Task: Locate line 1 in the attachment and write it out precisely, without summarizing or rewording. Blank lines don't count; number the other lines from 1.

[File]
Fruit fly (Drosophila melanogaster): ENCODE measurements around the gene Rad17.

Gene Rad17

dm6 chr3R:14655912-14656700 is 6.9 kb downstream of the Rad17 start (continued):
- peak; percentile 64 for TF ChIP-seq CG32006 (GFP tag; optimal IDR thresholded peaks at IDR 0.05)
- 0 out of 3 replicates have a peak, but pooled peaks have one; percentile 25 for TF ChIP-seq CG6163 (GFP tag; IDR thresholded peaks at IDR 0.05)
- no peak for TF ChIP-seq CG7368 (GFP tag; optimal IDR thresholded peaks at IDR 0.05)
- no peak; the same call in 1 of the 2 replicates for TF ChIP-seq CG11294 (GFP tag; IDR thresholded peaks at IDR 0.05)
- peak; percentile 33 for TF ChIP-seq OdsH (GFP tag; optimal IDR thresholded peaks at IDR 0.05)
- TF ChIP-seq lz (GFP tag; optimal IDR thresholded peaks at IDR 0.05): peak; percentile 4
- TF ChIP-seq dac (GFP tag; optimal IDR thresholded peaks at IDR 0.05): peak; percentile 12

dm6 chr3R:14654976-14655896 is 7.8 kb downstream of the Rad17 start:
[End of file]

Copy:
Fruit fly (Drosophila melanogaster): ENCODE measurements around the gene Rad17.